Rev. Nathan Langerak in “Walking in the Way of Love” a Commentary on Corinthians available here:
Owen states that the true and acceptable principles of mortification are:
Hatred of sin as sin, not only as galling or disquieting, a sense of the love of Christ in the cross, lie at the bottom of all true spiritual mortification.
God’s work consists in universal obedience; Hence we have 2 Cor. 7:1, “Cleanse yourselves from all pollution of the flesh and spirit, perfecting holiness in the fear of God.” If we will do anything, we must do all things. Hence all sin of every sort is to be guarded against and mortified, not just one particular lust.
Sung Psalm 118:20-29 (a Psalm traditionally sung at the feast AND sung by the crowds who welcomed Christ into Jerusalem on Palm Sunday).
Reading Ezekiel 45:17-25
Verse 25 refers to “the” feast i.e. the Feast of Tabernacles and dwells on the sacrifices which are different from those in Numbers 29:12-40. The burnt offerings have no lambs, no eighth day is mentioned, the meal offerings given with the sacrifices change and there is more oil (see Numbers 15, 1/10 deal=an ephah) and the prince/king offers them. So why is Ezekiel changing the ceremonial law as a prophet and priest in exile? The Jews had a problem accepting this book as being canonical but as we believe they are Spirit inspired i.e. God-breathed then they are authoritative and point to the fact that there will yet be a total, radical change in the ceremonial law in that it will be totally abrogated by Christ who is the fulfillment of it all. Note that Stephen was charged with this same “crime” in Acts 6:13-14. Note well Hebrews 7:12.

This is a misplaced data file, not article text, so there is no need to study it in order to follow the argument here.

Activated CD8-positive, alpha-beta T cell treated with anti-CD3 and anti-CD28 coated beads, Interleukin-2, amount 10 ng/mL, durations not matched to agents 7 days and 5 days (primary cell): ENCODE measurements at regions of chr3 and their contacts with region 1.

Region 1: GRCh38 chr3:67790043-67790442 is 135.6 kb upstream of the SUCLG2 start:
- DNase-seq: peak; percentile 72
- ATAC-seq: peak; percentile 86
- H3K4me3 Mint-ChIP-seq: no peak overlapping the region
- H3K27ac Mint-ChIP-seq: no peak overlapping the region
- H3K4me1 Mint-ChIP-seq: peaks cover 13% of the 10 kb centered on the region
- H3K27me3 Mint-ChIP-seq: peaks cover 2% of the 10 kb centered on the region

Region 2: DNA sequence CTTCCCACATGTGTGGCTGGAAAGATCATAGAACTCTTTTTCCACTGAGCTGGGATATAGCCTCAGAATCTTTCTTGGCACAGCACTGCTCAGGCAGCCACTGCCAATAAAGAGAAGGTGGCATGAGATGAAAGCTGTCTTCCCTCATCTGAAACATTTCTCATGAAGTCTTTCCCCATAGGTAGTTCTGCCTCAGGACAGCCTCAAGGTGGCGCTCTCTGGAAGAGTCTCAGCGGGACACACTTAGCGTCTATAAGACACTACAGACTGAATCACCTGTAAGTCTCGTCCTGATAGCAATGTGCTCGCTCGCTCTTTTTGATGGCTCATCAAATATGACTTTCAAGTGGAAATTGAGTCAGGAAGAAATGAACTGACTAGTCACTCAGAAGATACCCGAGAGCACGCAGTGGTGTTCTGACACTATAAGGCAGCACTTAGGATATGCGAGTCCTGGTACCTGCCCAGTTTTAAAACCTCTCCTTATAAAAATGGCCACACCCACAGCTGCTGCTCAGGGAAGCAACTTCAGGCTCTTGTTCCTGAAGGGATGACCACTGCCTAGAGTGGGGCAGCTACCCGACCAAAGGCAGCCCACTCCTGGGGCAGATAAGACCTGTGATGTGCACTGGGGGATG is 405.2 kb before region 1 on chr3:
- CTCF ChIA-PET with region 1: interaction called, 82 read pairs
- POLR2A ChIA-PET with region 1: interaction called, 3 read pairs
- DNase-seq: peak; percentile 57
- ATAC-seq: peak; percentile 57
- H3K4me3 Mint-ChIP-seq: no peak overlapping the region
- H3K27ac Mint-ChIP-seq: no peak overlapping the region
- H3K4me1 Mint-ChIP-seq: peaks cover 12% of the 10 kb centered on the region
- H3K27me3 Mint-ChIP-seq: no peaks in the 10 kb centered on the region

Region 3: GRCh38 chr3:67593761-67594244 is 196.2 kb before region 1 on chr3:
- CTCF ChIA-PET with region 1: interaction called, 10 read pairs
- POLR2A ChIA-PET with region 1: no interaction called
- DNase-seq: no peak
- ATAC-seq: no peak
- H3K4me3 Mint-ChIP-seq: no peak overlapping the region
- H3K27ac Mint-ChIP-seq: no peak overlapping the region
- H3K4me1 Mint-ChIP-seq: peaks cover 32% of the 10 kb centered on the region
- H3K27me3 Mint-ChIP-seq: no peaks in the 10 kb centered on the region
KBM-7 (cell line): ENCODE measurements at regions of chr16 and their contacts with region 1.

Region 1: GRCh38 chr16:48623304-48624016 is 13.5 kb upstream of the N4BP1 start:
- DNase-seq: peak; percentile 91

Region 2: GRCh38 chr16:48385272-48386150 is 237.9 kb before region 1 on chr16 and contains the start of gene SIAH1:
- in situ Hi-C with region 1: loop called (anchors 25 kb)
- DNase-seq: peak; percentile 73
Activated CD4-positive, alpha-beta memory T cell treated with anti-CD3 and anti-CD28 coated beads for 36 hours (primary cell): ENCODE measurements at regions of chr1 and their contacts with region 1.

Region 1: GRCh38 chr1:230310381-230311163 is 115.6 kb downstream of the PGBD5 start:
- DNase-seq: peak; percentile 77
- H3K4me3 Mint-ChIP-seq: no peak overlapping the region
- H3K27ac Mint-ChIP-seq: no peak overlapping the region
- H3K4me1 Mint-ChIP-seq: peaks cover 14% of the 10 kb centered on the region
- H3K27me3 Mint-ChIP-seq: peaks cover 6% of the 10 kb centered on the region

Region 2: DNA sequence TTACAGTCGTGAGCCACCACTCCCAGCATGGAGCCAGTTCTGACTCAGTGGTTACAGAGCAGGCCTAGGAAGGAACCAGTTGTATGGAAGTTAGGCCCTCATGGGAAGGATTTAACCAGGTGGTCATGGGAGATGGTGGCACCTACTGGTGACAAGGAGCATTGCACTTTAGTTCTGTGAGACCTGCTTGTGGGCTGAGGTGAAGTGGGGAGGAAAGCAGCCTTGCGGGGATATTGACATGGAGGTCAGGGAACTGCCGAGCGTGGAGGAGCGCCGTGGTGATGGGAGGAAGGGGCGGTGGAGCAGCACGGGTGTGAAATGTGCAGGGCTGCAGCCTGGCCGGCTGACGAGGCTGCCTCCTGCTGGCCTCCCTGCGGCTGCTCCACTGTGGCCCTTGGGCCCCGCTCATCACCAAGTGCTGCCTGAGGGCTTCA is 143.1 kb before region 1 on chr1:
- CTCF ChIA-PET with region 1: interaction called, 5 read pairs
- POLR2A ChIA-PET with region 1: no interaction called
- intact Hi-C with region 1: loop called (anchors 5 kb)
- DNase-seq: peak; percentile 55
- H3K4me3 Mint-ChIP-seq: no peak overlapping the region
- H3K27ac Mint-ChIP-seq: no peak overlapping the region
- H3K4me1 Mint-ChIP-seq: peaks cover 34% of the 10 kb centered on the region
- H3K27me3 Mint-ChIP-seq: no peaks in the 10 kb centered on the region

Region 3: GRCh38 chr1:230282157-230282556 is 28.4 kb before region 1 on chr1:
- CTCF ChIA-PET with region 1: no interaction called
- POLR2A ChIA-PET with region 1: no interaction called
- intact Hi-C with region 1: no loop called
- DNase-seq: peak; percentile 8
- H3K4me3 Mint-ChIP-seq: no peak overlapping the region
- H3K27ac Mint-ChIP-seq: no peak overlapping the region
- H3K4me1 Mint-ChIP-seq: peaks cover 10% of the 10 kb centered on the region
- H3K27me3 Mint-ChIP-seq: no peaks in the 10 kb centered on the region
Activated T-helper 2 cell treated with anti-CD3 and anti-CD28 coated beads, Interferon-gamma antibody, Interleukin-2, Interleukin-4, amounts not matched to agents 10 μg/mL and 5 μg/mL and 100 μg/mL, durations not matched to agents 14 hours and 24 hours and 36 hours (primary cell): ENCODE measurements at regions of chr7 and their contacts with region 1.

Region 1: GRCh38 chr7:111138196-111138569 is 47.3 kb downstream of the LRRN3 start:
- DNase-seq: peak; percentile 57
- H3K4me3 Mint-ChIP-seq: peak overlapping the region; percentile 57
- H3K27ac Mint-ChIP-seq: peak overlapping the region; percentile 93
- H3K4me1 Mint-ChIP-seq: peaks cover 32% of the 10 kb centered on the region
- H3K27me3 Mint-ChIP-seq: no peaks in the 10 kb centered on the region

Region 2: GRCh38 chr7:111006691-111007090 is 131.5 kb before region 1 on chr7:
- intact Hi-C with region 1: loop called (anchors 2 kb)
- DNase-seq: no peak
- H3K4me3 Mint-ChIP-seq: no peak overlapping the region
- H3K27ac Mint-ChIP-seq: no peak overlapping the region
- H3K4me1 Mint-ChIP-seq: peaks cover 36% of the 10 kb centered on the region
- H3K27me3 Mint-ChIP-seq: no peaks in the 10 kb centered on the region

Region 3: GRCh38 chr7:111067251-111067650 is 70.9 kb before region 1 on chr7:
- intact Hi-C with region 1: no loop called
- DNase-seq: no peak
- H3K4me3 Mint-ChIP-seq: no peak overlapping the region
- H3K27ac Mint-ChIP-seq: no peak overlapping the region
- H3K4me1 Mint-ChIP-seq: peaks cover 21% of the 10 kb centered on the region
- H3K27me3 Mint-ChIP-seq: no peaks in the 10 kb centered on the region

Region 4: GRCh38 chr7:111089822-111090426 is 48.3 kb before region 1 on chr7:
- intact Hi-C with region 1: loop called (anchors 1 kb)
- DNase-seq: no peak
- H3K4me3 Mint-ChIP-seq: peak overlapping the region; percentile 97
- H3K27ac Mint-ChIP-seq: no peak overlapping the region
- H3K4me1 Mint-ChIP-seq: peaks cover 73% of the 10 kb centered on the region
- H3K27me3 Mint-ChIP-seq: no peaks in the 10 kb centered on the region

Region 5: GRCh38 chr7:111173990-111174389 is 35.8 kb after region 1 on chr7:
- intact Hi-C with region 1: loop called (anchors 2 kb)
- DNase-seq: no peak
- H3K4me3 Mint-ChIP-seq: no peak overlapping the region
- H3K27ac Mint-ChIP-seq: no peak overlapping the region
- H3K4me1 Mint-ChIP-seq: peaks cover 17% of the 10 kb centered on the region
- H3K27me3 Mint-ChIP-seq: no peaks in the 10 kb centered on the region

Read Zechariah 14:16. This is a difficult passage but to my mind, since Christ is THE FULFILLMENT OF TABERNACLES, all who do not worship him will be plagued and ultimately destroyed. Read John 1:14 where Christ, the Word incarnate pitches his tent (body) among us just as God dwelt in the wilderness tabernacle (Lev. 26:11-12). The ultimate fulfillment of the feast is the new heavens and new earth where God dwells with his people (Rev.21:3)
There must be universal sincerity for the mortifying of every lust, or no lust will be mortified.
So when subject to a powerful, strong, captivating, vexing, disquieting lust that takes away peace; it is not enough to set yourself against that alone but you must be in constant communion with God, in reading, prayer, and meditation, in all the means of grace and in the rest of your life and habits not be loose and negligent. In other words you must be totally consecrated to God (Romans 12;1,2)
Hear the Heidelberg Catechism LD 44:
- Q. 113. What doth the tenth commandment require of us?
A. That even the smallest inclination or thought contrary to any of God’s commandments never rise in our hearts; but that at all times we hate all sin with our whole heart, and delight in all righteousness.
- Q. 114. But can those who are converted to God perfectly keep these commandments?
A. No; but even the holiest men, while in this life, have only a small beginning of this obedience; yet so, that with a sincere resolution they begin to live not only according to some, but all the commandments of God.